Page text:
Wildflower Season in the Margaret River Region is a time to behold nature’s great balance and beauty – and a time to tread carefully.
For most of the year, the south-west Western Australian bush presents as a landscape of hardy resilience. Spiny-leaved shrubs. Implacably tall gums. Muted colours of silver, matt green and dusky blue-greys that create the impression of longevity and permanence.
The onset of the spring wildflower season broadcasts the reality: an environmental balance as delicate as the donkey orchid.
Over the next few weeks the bush will be painted in broad brushstrokes of Shark’s Tooth wattle-yellow colouring up clifftops from cape to cape. Native Wisteria climbs royal purple in Jarrah and Karri forest. Southern Diplolaena flowers are pin lights of orange blazing in contrast to the brackish shrub’s silvered arms. Hidden amongst it all are the shier species. Leaping Spider Orchid. The Margaret River Spider Orchid.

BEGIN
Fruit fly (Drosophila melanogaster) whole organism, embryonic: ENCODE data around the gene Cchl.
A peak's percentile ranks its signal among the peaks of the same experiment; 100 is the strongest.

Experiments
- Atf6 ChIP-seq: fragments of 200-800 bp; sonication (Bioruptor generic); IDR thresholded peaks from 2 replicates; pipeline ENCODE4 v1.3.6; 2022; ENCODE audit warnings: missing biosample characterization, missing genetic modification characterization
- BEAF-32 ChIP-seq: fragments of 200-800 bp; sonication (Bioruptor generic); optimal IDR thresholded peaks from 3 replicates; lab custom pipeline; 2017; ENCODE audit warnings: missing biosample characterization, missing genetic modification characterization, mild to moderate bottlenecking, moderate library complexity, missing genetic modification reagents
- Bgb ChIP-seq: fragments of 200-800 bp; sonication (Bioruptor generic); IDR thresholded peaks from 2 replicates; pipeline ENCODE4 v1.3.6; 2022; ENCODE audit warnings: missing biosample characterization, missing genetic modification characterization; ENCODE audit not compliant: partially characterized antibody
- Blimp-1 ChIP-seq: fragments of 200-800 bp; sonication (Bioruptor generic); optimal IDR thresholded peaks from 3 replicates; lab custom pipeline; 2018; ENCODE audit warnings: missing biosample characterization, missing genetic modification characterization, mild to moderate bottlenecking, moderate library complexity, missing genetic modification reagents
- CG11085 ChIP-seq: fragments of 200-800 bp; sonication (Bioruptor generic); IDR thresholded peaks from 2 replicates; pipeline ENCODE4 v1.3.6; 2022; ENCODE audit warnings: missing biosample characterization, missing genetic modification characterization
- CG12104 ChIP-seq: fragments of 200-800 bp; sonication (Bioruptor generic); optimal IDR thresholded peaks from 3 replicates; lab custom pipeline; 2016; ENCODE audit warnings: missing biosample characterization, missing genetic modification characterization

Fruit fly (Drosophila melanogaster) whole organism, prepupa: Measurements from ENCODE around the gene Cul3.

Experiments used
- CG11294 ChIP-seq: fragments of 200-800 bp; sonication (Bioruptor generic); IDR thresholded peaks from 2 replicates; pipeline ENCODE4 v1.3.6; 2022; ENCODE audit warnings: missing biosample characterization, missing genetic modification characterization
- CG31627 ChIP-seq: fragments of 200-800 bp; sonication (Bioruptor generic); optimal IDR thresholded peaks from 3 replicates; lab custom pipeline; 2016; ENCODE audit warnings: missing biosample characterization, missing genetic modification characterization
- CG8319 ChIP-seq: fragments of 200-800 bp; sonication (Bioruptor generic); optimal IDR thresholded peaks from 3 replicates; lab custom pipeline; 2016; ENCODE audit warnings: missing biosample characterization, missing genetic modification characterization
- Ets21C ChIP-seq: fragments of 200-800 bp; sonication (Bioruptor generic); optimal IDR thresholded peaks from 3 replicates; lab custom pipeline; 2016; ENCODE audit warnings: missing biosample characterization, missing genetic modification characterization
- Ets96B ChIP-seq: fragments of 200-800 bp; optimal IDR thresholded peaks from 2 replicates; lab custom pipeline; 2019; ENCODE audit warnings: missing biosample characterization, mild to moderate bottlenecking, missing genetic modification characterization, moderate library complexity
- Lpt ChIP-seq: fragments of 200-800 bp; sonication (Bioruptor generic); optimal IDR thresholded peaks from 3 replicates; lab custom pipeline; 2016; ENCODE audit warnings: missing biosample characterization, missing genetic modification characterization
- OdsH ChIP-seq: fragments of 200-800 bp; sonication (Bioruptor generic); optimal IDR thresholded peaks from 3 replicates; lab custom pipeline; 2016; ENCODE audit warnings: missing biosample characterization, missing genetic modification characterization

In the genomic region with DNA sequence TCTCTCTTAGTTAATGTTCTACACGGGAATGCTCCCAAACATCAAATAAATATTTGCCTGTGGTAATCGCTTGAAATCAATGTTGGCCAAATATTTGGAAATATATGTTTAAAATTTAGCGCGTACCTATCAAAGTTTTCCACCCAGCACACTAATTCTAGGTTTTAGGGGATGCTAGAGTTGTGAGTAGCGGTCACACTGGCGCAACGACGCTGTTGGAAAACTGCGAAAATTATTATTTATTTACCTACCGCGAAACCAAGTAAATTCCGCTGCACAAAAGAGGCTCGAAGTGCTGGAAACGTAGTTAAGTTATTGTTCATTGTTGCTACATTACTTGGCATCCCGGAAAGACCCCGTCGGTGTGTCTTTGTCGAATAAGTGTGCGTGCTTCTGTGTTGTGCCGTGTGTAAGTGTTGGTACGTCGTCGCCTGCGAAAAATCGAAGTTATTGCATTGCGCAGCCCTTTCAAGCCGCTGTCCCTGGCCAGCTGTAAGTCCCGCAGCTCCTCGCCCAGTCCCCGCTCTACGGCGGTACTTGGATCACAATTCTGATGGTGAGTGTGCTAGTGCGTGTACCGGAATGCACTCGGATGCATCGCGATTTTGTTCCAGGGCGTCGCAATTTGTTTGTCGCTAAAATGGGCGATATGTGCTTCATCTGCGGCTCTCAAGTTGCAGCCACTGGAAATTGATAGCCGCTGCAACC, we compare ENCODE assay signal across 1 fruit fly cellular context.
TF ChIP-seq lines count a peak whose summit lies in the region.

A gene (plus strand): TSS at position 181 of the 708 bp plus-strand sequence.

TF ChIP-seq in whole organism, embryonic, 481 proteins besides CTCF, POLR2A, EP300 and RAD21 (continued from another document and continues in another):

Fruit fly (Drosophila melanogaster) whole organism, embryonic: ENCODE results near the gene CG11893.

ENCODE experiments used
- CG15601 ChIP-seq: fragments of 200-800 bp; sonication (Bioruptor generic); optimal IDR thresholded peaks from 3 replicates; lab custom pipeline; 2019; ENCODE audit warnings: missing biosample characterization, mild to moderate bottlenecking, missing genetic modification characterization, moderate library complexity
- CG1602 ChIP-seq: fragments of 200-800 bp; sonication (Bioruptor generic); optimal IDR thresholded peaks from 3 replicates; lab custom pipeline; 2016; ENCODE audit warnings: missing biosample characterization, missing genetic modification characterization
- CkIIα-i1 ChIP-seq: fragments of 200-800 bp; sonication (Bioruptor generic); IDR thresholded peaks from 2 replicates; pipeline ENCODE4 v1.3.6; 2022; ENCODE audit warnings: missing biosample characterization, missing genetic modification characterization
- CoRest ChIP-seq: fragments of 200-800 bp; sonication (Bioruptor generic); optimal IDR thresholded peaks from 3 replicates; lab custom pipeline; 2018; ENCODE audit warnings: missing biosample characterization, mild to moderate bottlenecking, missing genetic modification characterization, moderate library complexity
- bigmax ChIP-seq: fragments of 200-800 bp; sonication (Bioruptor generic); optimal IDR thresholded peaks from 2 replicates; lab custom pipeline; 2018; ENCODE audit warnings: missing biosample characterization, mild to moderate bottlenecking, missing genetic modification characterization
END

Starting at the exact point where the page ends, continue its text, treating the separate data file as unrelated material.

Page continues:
But the proliferation of colour is no indicator of environmental security.
Invasive weeds and human activity are the modern threats to an ecosystem labelled by Conservation International as one of 34 International Biodiversity Hotspots. The only identified Hotspot on the Australian continent. Plants blooming here found nowhere else on Earth.
So tread carefully. Stick to the paths. Find a guide. Admire the beauty. And leave the landscape as it was found. Spring wildflower season is a view of the vulnerable underbelly of the bush in all its diverse beauty.
Take a look through the lens of photographer Rachel Claire to get a sense of the beginnings of wildflower season along the Margaret River Region’s coastal trails and tree-lined walks.